Flying Cars

CarimageDavid Albert in n+1:

Flying cars come in two types. Vertical takeoff and landing (VTOL) cars were originally to be adaptations of the helicopter. But the high-speed rotors on helicopters are too likely to slice someone’s head off, given day to day use, and anyway your average chopper is just too delicate and complex to be used daily. So while the helicopter will always remain ideal for reporting on land-car traffic jams, spiriting victims of land-car crashes to the hospital, and filming land-car thieves for sensationalist television broadcasts, it will never become the Chevrolet of the future.

In the past decade, two other VTOL designs have begun to look feasible. They are perfect foils: one from an Israeli company with a sober business plan and links to heavy hitters in the aerospace industry and military, the other a West Coast company headed by Paul Moller, whose other interests include a company that sells “life extension” almond butter.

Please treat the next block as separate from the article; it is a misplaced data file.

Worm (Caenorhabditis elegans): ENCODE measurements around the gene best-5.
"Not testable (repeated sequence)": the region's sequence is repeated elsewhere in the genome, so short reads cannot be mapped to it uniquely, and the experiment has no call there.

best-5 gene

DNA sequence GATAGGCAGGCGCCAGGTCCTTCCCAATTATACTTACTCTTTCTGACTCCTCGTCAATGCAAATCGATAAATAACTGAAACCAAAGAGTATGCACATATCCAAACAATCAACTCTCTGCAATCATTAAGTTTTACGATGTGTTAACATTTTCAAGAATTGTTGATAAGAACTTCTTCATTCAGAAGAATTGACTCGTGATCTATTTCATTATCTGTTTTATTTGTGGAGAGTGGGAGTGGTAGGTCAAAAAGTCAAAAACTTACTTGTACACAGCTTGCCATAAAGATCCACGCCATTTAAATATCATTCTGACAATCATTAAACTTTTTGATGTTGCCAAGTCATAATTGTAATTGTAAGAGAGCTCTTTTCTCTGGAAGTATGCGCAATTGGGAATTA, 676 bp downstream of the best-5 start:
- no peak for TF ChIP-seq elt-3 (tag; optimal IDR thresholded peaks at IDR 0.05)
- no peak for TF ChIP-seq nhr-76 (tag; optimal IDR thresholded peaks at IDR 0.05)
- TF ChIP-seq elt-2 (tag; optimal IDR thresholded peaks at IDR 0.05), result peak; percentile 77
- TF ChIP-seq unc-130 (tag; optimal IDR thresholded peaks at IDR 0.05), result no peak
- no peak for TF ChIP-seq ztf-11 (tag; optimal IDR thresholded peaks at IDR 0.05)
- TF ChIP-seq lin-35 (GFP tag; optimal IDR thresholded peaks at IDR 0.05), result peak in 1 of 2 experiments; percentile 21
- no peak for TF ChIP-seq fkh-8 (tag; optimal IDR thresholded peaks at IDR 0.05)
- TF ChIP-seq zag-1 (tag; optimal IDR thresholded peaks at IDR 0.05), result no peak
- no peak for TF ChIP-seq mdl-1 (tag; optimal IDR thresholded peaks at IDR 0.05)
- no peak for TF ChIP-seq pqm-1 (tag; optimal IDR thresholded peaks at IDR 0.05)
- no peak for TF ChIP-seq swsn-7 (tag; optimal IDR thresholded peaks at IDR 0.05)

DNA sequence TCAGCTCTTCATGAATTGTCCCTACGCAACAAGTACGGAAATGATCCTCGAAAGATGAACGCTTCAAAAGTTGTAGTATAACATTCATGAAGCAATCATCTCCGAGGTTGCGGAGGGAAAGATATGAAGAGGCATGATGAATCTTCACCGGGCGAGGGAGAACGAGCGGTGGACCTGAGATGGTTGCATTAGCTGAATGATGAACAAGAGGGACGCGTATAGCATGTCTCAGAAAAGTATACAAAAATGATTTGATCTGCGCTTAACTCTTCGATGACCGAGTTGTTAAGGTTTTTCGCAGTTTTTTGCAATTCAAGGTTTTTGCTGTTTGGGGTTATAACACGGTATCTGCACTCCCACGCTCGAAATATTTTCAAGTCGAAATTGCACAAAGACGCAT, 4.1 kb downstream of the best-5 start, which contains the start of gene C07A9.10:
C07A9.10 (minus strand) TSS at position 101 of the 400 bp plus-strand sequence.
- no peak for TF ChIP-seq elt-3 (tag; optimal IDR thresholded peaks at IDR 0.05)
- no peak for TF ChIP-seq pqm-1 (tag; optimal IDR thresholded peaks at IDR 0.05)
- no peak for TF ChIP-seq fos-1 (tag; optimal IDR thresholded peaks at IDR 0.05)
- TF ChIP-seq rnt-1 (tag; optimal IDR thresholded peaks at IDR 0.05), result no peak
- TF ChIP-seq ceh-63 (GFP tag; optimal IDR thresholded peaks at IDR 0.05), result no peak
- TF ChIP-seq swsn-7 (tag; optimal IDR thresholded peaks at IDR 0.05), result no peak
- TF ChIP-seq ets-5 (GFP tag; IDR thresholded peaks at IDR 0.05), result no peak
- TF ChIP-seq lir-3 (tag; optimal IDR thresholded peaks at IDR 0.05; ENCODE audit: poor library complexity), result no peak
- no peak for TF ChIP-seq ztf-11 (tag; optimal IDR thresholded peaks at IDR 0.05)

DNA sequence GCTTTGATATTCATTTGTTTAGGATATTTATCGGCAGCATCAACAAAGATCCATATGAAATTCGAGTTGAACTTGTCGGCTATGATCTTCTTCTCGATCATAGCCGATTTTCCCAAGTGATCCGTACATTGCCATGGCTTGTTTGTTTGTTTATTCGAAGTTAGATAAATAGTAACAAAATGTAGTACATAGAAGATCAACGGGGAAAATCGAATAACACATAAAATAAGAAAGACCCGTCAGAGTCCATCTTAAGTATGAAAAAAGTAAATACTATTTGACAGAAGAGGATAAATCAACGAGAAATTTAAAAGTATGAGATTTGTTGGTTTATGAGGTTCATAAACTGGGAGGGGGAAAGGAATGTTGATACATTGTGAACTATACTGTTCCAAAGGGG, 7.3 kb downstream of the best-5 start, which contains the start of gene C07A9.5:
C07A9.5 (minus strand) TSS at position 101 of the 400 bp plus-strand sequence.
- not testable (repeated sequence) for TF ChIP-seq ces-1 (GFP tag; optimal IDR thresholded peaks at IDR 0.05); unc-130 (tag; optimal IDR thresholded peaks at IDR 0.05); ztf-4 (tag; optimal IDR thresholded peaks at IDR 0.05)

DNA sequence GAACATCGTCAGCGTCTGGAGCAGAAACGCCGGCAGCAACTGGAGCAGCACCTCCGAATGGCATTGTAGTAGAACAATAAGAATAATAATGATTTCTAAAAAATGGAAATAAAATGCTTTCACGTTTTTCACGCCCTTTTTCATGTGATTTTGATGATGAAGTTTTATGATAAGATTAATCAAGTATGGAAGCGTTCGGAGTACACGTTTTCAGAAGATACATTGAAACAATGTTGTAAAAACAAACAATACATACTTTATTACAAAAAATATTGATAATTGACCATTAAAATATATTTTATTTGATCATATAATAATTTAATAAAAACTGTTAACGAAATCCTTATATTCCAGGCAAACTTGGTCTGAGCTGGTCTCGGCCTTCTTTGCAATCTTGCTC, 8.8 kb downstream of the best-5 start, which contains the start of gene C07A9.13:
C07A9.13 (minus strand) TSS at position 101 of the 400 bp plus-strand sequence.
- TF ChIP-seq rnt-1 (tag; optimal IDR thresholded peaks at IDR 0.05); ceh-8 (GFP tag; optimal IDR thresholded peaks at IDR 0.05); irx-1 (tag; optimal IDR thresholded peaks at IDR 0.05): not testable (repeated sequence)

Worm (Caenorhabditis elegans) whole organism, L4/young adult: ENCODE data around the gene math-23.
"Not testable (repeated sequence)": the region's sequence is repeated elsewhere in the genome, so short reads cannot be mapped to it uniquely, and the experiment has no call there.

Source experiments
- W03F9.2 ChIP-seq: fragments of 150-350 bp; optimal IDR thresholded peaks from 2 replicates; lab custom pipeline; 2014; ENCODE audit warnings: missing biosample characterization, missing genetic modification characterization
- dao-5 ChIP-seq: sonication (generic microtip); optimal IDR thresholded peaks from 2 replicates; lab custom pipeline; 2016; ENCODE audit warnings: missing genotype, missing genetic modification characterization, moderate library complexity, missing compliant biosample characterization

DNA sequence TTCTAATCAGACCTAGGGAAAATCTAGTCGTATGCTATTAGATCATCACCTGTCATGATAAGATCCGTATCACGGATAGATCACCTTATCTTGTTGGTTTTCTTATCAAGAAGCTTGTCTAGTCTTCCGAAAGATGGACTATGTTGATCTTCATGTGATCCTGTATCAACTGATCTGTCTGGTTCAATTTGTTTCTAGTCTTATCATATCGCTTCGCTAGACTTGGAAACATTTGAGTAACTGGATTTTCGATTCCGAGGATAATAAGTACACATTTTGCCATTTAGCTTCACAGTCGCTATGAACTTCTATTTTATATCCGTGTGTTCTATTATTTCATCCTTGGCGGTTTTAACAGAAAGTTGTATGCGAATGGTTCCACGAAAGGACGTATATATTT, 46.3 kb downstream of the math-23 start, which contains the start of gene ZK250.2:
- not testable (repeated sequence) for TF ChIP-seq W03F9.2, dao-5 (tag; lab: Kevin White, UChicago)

Urban Aeronautics, based in Tel Aviv, has been developing a concept first explored by the US military in the 1950s. And the design for their X-Hawk is only modestly more inspiring than a Merkava tank—it’s similar to a 1960 De Soto but not so pretty. Usually shown in banana yellow, the X-Hawk is essentially two eight-foot fans set horizontally with the payload on a flat sled in between.

You can literally step from the 25th-floor into your X-Hawk, just don’t look down. Initial plans are for rescue and combat operations in close urban environments, and the company has already made a sale to an Israeli hospital. They predict the X-Hawk will enter the personal vehicle market within twenty years.

If the world wants a flying penis car, on the other hand, Paul Moller’s M400 Skycar is it.